Exeter, San Francisco and Marseille at developing a theory for
understanding such maps.

**Perceptual rivalry ** (PhD/M-level)

For
experiments where people are shown differing images appear in each
eye, the brain attempts to make sense of the contradictory
information by alternating perception between the two different
images rather than necessarily trying to fuse them. This is a simple
test system where one can begin to understand decision making
processes within the brain and there are a variety of mathematical
models available to explain the cognitive processes involved. This
project will look at some mathematical models of processes including multi-state perceptual rivalry.

**Chaotic attractors and riddled
basins ** (PhD/M-level)

It is well known that
nonlinear iterated mappings can behave in a seemingly unpredictable
way; the phenomenon of chao attractors. Basins of attraction for
chaotic attractors can display fascinating and complicated fractal
geometry, including what has been called riddled basins. This
project aims to look at some of the theory and numerical examples of
riddled basin attractors.

**Bifurcation theory ** (PhD/M-level)

Bifurcation
theory is a powerful theory for understanding the behaviour of
systems of nonlinear differential equations on varying a parameter.
By studying the change in solutions one can better understand
fundamental instabilities in many systems, focussing on problems in coupled networks of nonlinear dynamical systems.

**Billiards in polygons ** (PhD/M-level)

We investigate the mathematics
of idealized billiards within a polygon. This is a simple model for
a one-particle gas in two dimensions where a particle travels in
straight lines between bouncing off the walls. The dynamics of the
billiard system depends critically on the shape of the polygon and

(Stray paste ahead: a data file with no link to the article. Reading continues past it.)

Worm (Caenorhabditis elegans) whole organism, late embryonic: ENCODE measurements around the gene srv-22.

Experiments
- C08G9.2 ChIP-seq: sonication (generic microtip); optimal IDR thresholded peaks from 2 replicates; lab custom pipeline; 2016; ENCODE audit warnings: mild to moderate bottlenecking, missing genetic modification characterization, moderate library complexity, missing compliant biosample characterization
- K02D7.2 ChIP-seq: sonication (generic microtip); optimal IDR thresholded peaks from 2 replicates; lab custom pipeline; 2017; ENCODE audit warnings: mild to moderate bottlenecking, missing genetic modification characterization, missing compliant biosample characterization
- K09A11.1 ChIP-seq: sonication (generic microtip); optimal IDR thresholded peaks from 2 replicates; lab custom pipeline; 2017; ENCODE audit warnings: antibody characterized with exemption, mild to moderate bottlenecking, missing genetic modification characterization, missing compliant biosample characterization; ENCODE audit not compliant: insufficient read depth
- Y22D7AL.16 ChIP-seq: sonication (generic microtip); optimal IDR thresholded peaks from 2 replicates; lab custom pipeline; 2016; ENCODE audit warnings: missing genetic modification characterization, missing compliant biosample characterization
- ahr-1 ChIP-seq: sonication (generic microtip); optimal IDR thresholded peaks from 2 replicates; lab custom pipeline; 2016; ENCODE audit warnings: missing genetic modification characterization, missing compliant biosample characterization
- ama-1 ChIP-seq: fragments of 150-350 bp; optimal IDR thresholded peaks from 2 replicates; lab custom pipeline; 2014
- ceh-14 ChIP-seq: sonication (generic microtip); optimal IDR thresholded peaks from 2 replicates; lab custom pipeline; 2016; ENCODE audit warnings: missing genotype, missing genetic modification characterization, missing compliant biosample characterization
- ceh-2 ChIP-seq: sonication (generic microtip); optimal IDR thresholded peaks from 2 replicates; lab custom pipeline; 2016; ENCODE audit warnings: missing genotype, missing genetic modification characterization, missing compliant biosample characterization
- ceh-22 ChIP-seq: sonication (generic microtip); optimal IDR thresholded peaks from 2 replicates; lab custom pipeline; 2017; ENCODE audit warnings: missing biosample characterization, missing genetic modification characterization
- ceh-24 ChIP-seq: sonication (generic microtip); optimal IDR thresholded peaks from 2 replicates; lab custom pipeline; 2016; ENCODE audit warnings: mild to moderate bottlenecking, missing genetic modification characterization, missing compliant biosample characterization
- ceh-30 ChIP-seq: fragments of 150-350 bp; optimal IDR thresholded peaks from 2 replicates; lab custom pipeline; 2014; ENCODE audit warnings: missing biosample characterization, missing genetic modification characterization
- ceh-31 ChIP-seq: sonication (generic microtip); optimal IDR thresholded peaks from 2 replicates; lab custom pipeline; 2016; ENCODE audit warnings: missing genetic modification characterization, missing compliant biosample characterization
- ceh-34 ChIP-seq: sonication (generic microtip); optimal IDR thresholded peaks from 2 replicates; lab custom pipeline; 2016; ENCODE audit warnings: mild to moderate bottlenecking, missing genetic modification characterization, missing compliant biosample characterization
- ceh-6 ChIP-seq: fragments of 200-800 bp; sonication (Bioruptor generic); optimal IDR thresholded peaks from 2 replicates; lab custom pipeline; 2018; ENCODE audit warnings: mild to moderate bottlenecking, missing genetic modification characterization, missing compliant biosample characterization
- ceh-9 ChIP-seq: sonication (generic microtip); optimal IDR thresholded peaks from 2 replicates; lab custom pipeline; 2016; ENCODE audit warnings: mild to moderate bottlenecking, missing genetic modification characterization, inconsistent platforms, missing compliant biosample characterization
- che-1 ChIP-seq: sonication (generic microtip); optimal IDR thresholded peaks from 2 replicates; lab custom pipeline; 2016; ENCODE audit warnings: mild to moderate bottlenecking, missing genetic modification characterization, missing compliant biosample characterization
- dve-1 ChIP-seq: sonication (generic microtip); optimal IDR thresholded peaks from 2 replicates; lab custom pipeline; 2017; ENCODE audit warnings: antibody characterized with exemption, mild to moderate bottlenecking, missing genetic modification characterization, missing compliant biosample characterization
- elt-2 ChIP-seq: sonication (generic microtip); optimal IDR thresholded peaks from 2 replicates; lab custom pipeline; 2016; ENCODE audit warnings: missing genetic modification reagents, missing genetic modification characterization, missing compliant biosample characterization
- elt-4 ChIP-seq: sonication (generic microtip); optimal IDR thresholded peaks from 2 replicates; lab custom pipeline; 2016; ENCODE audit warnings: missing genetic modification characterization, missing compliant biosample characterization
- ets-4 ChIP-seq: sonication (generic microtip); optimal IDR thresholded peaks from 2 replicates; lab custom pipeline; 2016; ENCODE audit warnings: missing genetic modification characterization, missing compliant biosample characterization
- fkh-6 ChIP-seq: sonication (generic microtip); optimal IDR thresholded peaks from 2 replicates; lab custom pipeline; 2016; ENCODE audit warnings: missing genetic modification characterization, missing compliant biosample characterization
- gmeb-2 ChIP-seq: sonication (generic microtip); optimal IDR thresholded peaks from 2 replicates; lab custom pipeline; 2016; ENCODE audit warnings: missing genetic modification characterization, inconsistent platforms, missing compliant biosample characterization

can be surprisingly non-trivial.

**Fractal dimension and measure**
(M-level)

The images of fractals (sets with dimension that is not an integer)
are used often in popular culture and for example advertisements;
they also have serious uses in science and technology. In fact there
are many different types of fractal set that can be characterised in
many different ways. This project examines some definitions and
fundamentals underlying fractal geometry and dimension before moving
on to generate and analyse examples of fractals.

**Evolutionary Game Theory ** (M-level)

This
project will look at the fundamentals and some applications of
evolutionary game theory. This has arisen from applications in
biology and economics where interactions between different species
or agents lead to them changing their strategy according to a number
of models. This project will look in particular at the `replicator
equations' and issues of whether a strategy will disappear as a
result of the evolutionary game.

**Topics in the History of
Mathematics** (M-level)

A possible topic would be a biography of a
mathematician or group of mathematicians, or the development of a
particular concept or method within mathematics. You will be
expected to read original (primary) and secondary sources related to
the topic.

P.Ashwin@ex.ac.uk Last modified: 6th June 2013